DMRI Placement - February 2018


Post Date: 03/03/2018

This month I did work on both The Competition Platform and MWoosh, alongside this work we also had couple of people join the technical team. Which involved me teaching them some stuff about our systems.

There were 2 things that I did on MWoosh this month, they were: referral summary and limiting promotions
I’ll talk about the referral summary first. So MWoosh has a referral scheme where if you get people to sign up using a specific link you sent out, you’ll get some extra MWoosh Marks (these have no use yet). What I was tasked with was creating a page where you could see details about user’s who have used referral links, has anybody signed up using those links? (If so, display info about those users) and what type of referral was it? E.g facebook, twitter, or normal link (which they would anywhere). I decided to display this info using a table. But rather than creating my own custom table for this I used the DataTables JS plugin. This meant I could basically give it some JSON data and the plugin will spit out a table with all the columns and rows. But the above description of what needed to be displayed meant I would need some sort of grouping to group user’s with a link/user they signed up with. But surprisingly, for possibly the first time ever in my coding experience, I found a bit of code, changed some stuff around to accommodate for my code, refreshed and it worked. First time. UPDATE FROM May: The way each referral link was grouped with the users who signed up didn’t look very good and wasn’t very clear, so I went back and redid using a new plugin I found called Bootstrap Table which allowed for collapsible rows/groups and overall looked a lot more clear.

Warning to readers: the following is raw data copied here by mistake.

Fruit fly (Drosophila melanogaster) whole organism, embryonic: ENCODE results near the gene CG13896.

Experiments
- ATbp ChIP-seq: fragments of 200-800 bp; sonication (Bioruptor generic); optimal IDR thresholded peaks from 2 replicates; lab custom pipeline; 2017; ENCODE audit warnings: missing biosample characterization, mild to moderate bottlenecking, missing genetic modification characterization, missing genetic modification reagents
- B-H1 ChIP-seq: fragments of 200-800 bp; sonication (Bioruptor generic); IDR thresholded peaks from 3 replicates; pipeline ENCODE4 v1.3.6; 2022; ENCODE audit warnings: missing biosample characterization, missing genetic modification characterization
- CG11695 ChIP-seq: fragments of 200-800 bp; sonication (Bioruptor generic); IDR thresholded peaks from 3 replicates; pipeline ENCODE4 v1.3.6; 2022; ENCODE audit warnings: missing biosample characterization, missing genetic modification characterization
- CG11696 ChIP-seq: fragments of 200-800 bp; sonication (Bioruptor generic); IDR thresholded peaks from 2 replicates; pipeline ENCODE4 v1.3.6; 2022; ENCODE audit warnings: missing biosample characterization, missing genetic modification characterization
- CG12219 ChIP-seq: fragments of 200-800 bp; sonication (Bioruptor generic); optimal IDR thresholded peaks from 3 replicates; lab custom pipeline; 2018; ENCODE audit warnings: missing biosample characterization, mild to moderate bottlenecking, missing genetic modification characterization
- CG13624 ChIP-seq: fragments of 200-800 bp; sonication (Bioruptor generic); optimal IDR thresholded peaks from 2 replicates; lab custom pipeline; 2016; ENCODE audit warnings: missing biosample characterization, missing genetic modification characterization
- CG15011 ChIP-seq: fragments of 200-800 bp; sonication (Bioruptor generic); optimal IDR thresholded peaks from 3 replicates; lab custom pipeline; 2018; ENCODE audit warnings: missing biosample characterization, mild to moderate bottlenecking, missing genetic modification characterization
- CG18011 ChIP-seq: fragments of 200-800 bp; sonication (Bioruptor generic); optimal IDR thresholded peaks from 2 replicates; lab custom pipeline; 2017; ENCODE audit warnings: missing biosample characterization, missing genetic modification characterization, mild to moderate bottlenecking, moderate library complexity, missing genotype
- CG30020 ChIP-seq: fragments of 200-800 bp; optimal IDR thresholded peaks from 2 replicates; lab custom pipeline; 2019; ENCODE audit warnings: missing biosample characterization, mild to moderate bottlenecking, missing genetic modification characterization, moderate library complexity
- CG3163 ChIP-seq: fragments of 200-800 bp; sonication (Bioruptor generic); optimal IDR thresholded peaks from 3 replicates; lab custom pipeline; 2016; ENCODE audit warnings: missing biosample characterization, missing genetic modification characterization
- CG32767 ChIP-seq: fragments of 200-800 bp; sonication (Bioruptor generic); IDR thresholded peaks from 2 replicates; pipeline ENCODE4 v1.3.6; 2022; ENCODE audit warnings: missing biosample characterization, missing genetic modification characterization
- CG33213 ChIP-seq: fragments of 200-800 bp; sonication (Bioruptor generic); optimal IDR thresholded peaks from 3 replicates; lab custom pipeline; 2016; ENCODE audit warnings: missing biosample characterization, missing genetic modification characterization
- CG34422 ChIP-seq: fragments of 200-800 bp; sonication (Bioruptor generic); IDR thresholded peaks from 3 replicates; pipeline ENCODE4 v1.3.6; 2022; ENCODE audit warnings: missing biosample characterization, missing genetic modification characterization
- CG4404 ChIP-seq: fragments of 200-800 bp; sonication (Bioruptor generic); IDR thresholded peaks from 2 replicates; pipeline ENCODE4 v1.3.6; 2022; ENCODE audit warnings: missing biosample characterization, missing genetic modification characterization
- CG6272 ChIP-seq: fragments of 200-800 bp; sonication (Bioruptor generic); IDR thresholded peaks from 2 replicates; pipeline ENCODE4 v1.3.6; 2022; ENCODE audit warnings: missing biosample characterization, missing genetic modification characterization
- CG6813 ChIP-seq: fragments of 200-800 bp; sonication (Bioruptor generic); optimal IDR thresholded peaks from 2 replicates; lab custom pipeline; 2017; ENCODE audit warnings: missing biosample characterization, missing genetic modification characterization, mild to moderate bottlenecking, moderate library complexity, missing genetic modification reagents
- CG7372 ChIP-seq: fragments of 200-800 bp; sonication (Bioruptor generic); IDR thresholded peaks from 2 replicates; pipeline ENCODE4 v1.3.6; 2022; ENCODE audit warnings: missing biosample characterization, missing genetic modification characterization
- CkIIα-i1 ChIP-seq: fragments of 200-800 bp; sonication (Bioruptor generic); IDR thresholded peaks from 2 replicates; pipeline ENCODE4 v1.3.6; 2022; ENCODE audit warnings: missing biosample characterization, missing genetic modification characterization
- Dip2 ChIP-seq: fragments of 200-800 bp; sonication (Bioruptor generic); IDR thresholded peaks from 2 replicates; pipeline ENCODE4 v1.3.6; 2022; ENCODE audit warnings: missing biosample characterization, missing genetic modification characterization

The second thing I did on MWoosh was adding the ability to limit certain promotions to a select group of people. Doing this involved me having to amend pre-existing, working code. This is something that makes me a bit nervous because if you don’t fully understand the coding you're adding, you can easily introduce bugs. (Especially if it’s where there is a bug, there will be big implications). In this instance, the implications weren’t that but I did end up introducing a bug. Fortunately, though, the bug meant that no promotions would show if certain conditions were met.
Anyway, back to the feature itself. What was wanted is that we would choose a promotion, then select certain people to be allowed access to this promotion. I created a new table for which would store a promotion and user id; this information will be used to find which user have access to promotions. I also added a new column to the promotion table which will state whether it is a limited promotion (i.e only select people access). The front-end I did for it was quite neat. First, the user will choose a promotion they want to limit, then they will search for a user. This was a live search and would look for names or email that contained what the user entered. They would then click on a name and it will create a new row below with the name and email, and also an X button which can be used to remove that person from the selected people.

We also had 2 new people start on the technical team (UPDATE: One of them is no longer here now). Even though I was still a junior myself, I did have knowledge of our systems that needed be passed onto them and potentially some programming knowledge. And whenever I was called upon, I helped them to the best of my ability. And surprisingly, I found it enjoyable teaching them.